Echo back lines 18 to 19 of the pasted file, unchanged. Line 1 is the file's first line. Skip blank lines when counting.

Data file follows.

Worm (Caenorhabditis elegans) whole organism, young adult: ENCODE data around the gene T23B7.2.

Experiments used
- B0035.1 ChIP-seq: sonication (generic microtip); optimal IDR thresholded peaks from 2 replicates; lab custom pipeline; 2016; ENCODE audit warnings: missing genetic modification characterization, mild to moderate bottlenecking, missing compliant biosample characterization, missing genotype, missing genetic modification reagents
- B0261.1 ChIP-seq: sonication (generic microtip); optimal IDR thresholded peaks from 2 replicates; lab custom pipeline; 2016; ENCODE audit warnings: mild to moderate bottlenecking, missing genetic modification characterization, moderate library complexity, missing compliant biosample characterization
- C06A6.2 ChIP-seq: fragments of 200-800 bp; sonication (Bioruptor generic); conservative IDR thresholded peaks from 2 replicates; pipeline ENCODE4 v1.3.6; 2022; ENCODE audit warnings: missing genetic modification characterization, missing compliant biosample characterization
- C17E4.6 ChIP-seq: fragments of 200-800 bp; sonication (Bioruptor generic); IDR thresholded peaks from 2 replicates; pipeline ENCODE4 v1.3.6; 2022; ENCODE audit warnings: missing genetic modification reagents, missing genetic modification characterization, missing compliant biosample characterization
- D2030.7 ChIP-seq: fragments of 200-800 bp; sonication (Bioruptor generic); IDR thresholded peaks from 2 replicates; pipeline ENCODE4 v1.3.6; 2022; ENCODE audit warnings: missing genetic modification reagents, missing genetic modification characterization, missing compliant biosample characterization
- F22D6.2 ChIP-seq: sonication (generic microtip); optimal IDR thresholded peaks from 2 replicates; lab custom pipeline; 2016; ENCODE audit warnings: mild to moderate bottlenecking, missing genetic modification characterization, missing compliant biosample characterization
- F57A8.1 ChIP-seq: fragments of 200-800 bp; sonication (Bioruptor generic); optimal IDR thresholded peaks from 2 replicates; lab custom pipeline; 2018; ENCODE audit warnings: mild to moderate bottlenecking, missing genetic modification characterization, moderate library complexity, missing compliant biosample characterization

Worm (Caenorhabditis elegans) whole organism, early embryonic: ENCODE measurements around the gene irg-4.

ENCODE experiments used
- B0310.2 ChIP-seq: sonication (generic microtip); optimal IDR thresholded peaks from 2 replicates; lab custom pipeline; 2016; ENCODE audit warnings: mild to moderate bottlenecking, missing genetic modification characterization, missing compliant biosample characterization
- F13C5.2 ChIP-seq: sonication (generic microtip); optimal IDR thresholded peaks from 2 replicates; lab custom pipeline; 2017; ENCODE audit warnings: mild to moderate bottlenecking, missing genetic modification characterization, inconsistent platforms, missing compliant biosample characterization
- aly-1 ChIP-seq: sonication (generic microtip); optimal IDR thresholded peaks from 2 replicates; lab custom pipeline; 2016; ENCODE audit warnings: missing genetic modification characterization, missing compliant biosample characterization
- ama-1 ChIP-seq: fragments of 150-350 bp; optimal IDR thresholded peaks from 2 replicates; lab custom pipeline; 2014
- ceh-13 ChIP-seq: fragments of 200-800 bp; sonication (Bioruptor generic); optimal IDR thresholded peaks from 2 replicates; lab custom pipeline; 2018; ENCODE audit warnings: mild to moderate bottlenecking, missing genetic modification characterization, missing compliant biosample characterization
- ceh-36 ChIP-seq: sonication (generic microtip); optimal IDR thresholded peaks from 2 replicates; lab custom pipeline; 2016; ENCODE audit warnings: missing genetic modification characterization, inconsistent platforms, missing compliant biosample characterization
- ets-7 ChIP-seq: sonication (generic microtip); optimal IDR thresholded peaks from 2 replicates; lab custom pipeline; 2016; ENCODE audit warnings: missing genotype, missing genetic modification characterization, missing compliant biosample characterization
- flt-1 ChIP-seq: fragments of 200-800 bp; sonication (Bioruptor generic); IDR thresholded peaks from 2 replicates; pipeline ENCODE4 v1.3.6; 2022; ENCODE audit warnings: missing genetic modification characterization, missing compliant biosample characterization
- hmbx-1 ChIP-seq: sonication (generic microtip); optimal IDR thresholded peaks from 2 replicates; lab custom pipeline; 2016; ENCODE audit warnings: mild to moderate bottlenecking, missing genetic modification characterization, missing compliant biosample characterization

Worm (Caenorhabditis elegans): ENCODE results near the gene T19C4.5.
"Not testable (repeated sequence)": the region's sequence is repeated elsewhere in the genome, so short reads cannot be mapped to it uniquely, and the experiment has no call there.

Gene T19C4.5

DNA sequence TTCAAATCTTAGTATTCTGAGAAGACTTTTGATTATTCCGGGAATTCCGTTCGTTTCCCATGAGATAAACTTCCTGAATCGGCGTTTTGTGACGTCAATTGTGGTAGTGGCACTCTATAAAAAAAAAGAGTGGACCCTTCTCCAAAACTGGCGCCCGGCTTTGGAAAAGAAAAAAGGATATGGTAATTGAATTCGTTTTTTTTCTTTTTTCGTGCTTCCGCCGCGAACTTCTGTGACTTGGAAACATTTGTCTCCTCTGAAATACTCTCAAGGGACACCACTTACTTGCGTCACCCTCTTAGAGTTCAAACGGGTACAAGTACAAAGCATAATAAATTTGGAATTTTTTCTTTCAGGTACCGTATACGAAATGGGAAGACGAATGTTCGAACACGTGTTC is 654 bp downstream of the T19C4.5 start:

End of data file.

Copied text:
- ets-7 ChIP-seq: sonication (generic microtip); optimal IDR thresholded peaks from 2 replicates; lab custom pipeline; 2016; ENCODE audit warnings: missing genotype, missing genetic modification characterization, missing compliant biosample characterization
- flt-1 ChIP-seq: fragments of 200-800 bp; sonication (Bioruptor generic); IDR thresholded peaks from 2 replicates; pipeline ENCODE4 v1.3.6; 2022; ENCODE audit warnings: missing genetic modification characterization, missing compliant biosample characterization